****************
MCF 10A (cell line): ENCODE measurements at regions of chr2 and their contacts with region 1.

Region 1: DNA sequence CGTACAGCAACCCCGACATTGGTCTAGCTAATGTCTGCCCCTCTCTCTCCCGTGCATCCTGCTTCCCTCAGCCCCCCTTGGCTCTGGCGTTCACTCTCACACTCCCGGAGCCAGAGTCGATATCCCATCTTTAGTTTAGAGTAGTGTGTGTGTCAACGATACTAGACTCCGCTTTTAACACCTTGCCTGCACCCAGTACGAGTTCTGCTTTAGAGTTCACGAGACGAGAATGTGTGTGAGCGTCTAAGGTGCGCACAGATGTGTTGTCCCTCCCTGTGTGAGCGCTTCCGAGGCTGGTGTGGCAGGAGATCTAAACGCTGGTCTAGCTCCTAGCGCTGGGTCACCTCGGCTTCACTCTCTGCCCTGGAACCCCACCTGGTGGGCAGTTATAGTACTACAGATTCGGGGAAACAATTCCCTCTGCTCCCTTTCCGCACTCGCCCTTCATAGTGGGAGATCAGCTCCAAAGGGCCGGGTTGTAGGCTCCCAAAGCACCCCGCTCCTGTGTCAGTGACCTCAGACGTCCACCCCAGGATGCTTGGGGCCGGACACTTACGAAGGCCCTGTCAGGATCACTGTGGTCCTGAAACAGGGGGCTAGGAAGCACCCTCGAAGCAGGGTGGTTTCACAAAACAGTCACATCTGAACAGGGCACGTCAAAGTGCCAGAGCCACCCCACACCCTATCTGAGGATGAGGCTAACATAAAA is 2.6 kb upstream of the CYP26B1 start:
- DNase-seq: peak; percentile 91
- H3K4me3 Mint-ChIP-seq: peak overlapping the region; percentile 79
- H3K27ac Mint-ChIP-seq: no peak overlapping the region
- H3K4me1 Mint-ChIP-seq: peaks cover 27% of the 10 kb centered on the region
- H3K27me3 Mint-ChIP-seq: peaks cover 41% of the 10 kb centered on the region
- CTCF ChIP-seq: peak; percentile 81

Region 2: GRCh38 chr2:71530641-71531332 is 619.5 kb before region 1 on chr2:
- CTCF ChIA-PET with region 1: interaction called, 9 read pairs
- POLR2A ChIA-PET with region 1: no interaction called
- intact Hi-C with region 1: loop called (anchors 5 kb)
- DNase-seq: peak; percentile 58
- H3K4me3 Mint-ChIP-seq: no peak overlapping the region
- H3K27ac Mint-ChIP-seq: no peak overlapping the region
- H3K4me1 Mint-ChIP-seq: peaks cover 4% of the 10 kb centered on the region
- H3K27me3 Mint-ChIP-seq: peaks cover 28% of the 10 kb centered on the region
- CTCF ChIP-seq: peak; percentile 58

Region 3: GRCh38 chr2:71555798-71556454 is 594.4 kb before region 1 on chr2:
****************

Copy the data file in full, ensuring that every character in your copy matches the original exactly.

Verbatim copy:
MCF 10A (cell line): ENCODE measurements at regions of chr2 and their contacts with region 1.

Region 1: DNA sequence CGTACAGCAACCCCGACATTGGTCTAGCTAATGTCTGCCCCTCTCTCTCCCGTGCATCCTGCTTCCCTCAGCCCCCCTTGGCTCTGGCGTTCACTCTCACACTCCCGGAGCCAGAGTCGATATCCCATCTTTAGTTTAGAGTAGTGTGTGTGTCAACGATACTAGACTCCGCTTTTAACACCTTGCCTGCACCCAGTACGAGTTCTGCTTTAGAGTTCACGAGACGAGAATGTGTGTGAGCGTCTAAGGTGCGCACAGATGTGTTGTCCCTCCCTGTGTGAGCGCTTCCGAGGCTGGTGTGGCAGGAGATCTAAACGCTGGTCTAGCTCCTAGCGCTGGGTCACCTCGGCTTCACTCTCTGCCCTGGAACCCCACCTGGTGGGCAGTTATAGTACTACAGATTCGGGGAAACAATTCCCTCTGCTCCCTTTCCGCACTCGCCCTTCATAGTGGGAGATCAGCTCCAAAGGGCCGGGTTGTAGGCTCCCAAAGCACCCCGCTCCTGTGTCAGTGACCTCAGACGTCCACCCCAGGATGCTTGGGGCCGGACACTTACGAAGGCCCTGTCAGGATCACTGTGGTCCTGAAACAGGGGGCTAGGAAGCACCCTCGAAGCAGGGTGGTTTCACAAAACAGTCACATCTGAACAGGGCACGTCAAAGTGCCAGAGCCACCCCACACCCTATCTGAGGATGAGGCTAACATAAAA is 2.6 kb upstream of the CYP26B1 start:
- DNase-seq: peak; percentile 91
- H3K4me3 Mint-ChIP-seq: peak overlapping the region; percentile 79
- H3K27ac Mint-ChIP-seq: no peak overlapping the region
- H3K4me1 Mint-ChIP-seq: peaks cover 27% of the 10 kb centered on the region
- H3K27me3 Mint-ChIP-seq: peaks cover 41% of the 10 kb centered on the region
- CTCF ChIP-seq: peak; percentile 81

Region 2: GRCh38 chr2:71530641-71531332 is 619.5 kb before region 1 on chr2:
- CTCF ChIA-PET with region 1: interaction called, 9 read pairs
- POLR2A ChIA-PET with region 1: no interaction called
- intact Hi-C with region 1: loop called (anchors 5 kb)
- DNase-seq: peak; percentile 58
- H3K4me3 Mint-ChIP-seq: no peak overlapping the region
- H3K27ac Mint-ChIP-seq: no peak overlapping the region
- H3K4me1 Mint-ChIP-seq: peaks cover 4% of the 10 kb centered on the region
- H3K27me3 Mint-ChIP-seq: peaks cover 28% of the 10 kb centered on the region
- CTCF ChIP-seq: peak; percentile 58

Region 3: GRCh38 chr2:71555798-71556454 is 594.4 kb before region 1 on chr2: